Writer-director Jonathan English got surprisingly lucky with the first Ironclad (2011) film, as it offered a thrilling/shocking blood thirst of video-gaming proportions, as well as an impressive cast, including Paul Giamatti, Brian Cox, Derek Jacobi, Charles Dance and the dashing James Purefoy. Still set in the harsh surroundings of 13th Century Britain, post the Great Siege of Rochester Castle, the second film, Ironclad 2: Battle For Blood, seems to have switched target audience, with a more youthful cast of mainly TV actors.

After the De Vesci castle home comes under attack from a band of marauding Celts, resulting in a critical body wound for the master of the house, Gilbert De Vesci (David Rintoul), his son Hubert (Tom Rhys Harries) is tasked with fetching his battle-scarred cousin, Guy (Tom Austen) to defend their ancestral home. But the bitter Guy comes at a price and with a band of reprobates in tow, in the form of semi-mute friend Maddog (Predrag Bjelac), cackling executioner Pierrepoint (Andy Beckwith) and Crazy Mary (Twinnie Lee Moore), recently saved from the chop.

The noticeable sticky factor is the absence of big names this time around, however popular Game of Thrones and its actress Michelle Fairley (Catelyn Stark) – playing the lady of the house here – might be. The film hence precariously rides on the back of its predominantly big-screen newcomers, such as Austen and fop-haired Hunky Dory actor Rhys Harries to whip up a younger frenzy. This isn’t necessarily a bad thing as Ironclad 2 is as blood quenching, relentless and gallant as the first. It also further perpetuates the clever idea of ‘castle claustrophobia’, where fight not flight is the only answer. However, as the story progresses, there’s only so much painted, kilted clansmen – some amusingly like pouting extras straight out of Xena: Warrior Princess – and ironclad soldiers butchering each other one can take, before it gets a little tedious and glaringly predictable, something the first film managed to avoid altogether.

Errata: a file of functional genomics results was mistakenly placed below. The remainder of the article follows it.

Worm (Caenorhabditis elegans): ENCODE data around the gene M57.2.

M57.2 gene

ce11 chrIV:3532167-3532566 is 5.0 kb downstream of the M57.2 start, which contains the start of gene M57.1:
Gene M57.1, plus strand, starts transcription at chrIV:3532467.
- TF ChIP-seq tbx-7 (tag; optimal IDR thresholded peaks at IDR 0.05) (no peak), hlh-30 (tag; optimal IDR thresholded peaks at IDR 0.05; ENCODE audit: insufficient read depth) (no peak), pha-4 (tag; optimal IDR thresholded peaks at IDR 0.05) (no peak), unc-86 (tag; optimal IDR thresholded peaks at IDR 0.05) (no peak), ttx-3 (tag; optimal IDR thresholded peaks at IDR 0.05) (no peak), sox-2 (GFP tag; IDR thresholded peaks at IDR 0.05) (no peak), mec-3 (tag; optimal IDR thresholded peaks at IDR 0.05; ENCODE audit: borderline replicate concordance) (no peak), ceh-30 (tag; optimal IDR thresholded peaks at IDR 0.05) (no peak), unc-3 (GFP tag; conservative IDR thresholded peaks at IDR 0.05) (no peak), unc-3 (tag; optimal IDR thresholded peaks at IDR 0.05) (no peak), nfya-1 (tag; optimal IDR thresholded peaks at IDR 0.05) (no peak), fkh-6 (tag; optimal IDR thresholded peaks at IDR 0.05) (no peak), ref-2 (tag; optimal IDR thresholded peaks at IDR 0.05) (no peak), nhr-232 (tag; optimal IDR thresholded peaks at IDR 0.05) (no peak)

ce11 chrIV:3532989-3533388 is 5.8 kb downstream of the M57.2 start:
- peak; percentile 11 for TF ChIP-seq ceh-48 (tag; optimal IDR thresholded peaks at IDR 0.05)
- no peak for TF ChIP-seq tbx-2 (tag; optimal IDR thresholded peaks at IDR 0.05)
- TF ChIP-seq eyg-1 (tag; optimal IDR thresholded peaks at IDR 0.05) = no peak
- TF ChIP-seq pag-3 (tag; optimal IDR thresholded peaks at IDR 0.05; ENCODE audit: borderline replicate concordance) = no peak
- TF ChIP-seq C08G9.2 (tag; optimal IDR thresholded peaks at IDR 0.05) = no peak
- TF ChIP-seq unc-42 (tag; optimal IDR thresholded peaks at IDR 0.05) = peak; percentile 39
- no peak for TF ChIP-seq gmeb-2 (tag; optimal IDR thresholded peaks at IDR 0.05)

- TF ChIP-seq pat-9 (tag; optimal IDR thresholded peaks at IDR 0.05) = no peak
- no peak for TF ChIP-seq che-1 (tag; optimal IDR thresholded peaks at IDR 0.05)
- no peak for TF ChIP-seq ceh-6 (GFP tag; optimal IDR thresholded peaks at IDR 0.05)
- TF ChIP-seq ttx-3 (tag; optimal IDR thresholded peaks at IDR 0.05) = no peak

Indeed, the worthy young cast do battle enough to keep the momentum flowing. Austen is swoon factor material, the age-old, brooding bad boy with a heart, sporting some of the best-threaded eyebrows of the 13th century. Meanwhile Hollyoaks’ Roxanne McKee plays the spoilt madam Blanche – far too lip-glossed for the period – providing the love interest, though this is rather drawn out, pointless and sterile at crunch point, that it hardly registers great passion.

It’s also not entirely clear from Guy’s flashbacks why he has a bee in his bonnet about his relatives. The other ‘kids’, Rhys Harries and Rosie Day as his sensitive sister Kate, do as much as their predicament (and the script) will allow them, which is precious little for the latter, the exciting newcomer of the creepy The Seasoning House. The real winner of it all seems to be Lee Moore who gets to act debauched and damn right dirty (like a former-day ladette), as well as reminding us how menacing Serb actor Bjelac of Harry Potter fame can be once more.

The success of English’s gamble relies on some clever youth marketing – fans of the first will be curious enough to come along and see it, with the promise of more CG blood splatters and historic ruin. The director manages to deliver a commendable production on what appears to be a far lower budget. The crux is the marketability of Austen as a younger Purefoy: That’s anyone’s guess, but it will make for intriguing box-office listings watching in the coming weeks, and might just surprise with another curveball.